(Reuters) -U.S. bank regulators’ proposed new capital requirements for large banks, if finalized, would violate key federal laws and needlessly impose burdensome costs on 80% of assets in the country’s banking system, major industry lobby groups said on Friday.
As a result, the proposal issued in July by the U.S. Federal Reserve and two other agencies should be entirely scrapped and re-issued, according to a comment letter from the Bank Policy Institute and Financial Services Forum, trade groups representing giants like JPMorgan Chase & Co and Bank of America.
Two others, the Securities Industry and Financial Markets Association, and the U.S. Chamber of Commerce, also signed the letter.
The banking industry has mounted vociferous opposition to the proposal, which would be among the last in a series of reforms made in response to the global financial crisis of more than 15 years ago.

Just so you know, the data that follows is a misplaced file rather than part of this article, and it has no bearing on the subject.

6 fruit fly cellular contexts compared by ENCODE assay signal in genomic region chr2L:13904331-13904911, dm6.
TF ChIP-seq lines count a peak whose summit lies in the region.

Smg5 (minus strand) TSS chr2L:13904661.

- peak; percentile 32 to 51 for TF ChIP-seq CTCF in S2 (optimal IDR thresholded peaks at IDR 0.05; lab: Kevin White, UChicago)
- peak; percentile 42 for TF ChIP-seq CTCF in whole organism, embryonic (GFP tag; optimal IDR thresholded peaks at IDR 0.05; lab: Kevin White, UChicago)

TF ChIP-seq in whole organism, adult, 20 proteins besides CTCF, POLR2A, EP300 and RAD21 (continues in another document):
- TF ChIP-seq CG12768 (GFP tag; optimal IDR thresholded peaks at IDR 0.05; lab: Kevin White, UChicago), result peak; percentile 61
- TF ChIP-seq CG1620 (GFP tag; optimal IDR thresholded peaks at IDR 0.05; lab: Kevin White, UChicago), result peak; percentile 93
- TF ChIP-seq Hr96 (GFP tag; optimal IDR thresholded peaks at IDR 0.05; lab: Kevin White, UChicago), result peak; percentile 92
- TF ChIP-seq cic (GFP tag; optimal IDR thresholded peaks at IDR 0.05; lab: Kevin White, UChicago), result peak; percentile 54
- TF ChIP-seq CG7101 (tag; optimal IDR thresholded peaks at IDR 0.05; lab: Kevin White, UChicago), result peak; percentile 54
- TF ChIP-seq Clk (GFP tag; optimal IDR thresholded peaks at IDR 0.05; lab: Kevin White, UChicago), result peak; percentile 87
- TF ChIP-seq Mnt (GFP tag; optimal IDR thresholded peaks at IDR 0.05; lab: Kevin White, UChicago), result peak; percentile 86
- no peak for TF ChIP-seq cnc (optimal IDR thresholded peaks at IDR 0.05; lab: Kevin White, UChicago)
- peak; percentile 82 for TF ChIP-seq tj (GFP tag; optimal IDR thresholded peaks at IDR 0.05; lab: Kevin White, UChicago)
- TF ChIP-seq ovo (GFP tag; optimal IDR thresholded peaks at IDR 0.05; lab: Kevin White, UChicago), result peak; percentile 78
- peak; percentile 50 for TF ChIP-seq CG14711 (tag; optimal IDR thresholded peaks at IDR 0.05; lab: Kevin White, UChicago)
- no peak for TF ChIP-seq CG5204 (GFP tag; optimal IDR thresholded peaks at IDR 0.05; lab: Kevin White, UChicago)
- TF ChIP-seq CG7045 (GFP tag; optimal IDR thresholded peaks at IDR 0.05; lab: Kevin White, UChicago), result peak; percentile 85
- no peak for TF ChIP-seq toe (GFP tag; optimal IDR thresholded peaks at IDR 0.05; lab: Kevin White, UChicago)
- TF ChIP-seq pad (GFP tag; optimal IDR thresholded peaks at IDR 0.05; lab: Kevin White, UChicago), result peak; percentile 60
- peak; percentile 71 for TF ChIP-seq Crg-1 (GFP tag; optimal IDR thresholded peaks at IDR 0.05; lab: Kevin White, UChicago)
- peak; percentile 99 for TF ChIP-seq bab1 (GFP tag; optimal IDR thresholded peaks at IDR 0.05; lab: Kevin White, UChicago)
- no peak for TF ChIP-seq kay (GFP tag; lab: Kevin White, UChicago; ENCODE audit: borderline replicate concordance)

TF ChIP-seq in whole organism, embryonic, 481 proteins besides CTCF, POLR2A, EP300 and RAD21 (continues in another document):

Michael Barr, the central bank’s vice chair for supervision and a key architect of the proposal, has defended the initiative in recent months, saying its effect on borrowing costs would be limited, but has signaled that officials are taking public reaction into account. The deadline for comments is Tuesday.
According to Friday’s letter, the proposal would cause a “complete overhaul” of how the risk inherent in bank assets is calculated, boosting banks’ regulatory costs. At the same time, its purported benefits are not quantified, it said.
The letter said a key statute controlling how regulations are written requires the proposal’s drafters to weigh its costs and benefits using evidence, which it claims they have not sufficiently done.
As a result, the proposal’s defects “can only be cured through proposal of a new rule,” the letter said.
Spokespersons for the Fed, the Federal Deposit Insurance Corporation and the Office of the Comptroller of the Currency declined to comment.
(Reporting by Douglas Gillison; Editing by Paul Simao)